Given the factions within National’s own caucus, anyone picked as the new leader of the National Party will struggle to unify their own troops, let alone to convince the electorate that National is a coherent government-in-waiting. Even all of that aside, no new leader – Judith Collins? Amy Adams? – seems likely to have the time or the inclination to change the party’s political messaging about Covid-19. That’s really unfortunate. In an alternative political universe, National might have been far better advised to have played the patriotism card during the pandemic, and thrown its bi-partisan support behind the government at this time of national crisis.
Arguably, it would have been somewhat easier then to communicate National’s claim to be a better manager – ie, if National had sacrificed the cheap point scoring for the greater good and if its leadership was making its electoral pitch via positive messaging that allayed public anxiety rather than avidly seeking to exploit that same public anxiety for political gain. If it had chosen that route, National could have patronised the government with faint praise and signalled how National could have done much the same, but even better. Instead, National chose to mount an all out attack on government competence, at a time when the government is being widely seen to be doing the important things rather well, overall. .
After all… Surely, he lesson from Simon Bridges’ downfall should have been that the public had precious little patience with nitpicking negativism and with the inflating of minor security lapses into national calamities. Meanwhile, the global media has been showing the terrible carnage the virus is causing, everywhere else but here. To put that another way : so far not a single New Zealander has even fallen sick- let alone died – as a result of the security lapses here that National has been trumpeting.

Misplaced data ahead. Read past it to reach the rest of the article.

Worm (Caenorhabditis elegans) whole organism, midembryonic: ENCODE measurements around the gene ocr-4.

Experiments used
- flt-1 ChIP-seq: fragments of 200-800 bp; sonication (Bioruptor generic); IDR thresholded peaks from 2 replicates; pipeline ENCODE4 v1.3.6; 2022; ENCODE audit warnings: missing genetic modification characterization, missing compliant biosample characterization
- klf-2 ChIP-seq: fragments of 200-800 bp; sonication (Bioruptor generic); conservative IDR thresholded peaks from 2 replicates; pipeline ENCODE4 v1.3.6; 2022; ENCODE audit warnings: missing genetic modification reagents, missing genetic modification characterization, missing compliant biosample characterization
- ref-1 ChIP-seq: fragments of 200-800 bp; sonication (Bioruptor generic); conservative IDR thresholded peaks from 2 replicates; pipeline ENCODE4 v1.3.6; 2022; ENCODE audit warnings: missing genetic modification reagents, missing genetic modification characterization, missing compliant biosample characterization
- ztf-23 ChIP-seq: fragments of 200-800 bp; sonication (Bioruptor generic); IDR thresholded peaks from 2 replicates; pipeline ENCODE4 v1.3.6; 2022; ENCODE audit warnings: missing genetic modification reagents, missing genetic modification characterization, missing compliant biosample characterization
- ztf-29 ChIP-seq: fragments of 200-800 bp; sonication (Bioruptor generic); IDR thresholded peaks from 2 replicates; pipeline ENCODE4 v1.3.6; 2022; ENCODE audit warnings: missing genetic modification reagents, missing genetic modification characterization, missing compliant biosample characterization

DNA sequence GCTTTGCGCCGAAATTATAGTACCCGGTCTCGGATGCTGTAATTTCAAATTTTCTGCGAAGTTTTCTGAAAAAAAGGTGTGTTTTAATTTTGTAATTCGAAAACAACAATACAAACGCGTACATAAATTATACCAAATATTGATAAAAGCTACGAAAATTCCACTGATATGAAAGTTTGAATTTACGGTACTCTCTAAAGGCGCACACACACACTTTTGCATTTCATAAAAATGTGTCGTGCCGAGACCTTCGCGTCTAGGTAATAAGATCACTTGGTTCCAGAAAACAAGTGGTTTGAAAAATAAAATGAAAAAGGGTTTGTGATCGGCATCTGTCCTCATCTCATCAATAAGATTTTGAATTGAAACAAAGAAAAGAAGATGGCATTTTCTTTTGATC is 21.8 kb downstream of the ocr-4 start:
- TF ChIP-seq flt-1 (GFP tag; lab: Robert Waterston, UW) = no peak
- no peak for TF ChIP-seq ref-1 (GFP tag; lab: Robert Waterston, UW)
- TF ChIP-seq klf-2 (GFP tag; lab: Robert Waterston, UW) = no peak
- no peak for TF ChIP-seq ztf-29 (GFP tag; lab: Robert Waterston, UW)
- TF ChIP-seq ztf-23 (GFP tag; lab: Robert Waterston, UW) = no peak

Tellingly though, the advent of a less abrasive leader in Todd Muller did not led to any change at all in Nationl’s pandemic messaging. The Chicken Licken language of “ botch-ups” and “ fiascos” and demands for overnight solutions to intractable problems continued, as if Bridges had not left the wheelhouse. Meanwhile, New Zealand continued to be the world’s safest place to be, largely thanks to how its government has handled the threat from Covid-19. Basicalyly…there has been serious cognitive dissonance between National’s chosen messaging, and the actual experience of the New Zealand public.
That mistake is still being perpetuated. Evidently, National thought that all it had to do was to change the messenger, when the more serious problem lay with its message. As a consequence, Muller always looked more like the captive of the caucus hierarchy than like someone with the vision and ability to chart a fresh direction for the party. (Muller always looked and acted like a middle manager in over his head.) That sense of Muller being the prisoner of the personnel and the course settings he inherited was brought sharply into focus by the privacy breach scandal.
Fatally, National’s addiction to negative messaging was such that if it wouldn’t find a quarantine security lapse, it would manufacture one itself. The Gang of Four who hatched the privacy leak and promoted it loudly to the public (Michelle Boag, Michael Woodhouse, Hamish Walker and Muller himself) ended up trying to depict their efforts as the product of a rogue operation, despite ample evidence of shared guilt. In the grisly tradition of 19th century shipwrecks, it was the cabin boy in the lifeboat (Walker) who got sacrificed at the outset, so that his elders (Woodhouse and Muller) might have a better chance of survival. It proved too much for Muller, who resigned after failing his first real challenge.